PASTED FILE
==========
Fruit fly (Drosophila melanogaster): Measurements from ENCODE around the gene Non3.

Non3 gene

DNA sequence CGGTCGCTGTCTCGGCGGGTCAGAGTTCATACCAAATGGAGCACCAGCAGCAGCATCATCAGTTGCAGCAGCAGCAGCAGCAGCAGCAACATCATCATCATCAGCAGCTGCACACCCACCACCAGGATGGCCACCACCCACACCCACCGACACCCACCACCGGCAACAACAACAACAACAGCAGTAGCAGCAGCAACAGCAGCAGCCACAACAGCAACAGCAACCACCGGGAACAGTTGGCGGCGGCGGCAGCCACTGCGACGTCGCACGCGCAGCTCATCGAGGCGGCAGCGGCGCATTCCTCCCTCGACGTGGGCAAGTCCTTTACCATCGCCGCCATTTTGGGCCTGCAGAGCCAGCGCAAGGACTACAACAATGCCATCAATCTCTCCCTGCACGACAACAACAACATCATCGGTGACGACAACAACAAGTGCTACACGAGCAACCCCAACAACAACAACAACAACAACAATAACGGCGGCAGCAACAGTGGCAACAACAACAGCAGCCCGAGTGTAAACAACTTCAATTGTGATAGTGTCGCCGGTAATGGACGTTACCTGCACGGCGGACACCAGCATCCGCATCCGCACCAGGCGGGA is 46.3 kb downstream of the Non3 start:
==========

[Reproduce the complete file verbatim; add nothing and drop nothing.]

Fruit fly (Drosophila melanogaster): Measurements from ENCODE around the gene Non3.

Non3 gene

DNA sequence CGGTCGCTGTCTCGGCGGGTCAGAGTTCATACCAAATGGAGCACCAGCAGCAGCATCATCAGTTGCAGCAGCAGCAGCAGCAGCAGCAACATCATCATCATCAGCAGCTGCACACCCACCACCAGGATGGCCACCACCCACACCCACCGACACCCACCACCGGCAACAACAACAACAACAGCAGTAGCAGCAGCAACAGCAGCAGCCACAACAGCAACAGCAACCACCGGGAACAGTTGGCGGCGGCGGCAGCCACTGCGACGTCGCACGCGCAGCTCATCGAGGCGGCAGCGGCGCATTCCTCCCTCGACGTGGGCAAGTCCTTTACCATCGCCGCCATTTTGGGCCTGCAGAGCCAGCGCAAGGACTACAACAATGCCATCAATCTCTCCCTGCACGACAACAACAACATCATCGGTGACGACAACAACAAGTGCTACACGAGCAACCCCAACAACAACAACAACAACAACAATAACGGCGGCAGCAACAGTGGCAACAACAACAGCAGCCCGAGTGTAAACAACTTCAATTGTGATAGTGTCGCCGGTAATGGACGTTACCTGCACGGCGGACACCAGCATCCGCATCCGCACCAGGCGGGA is 46.3 kb downstream of the Non3 start: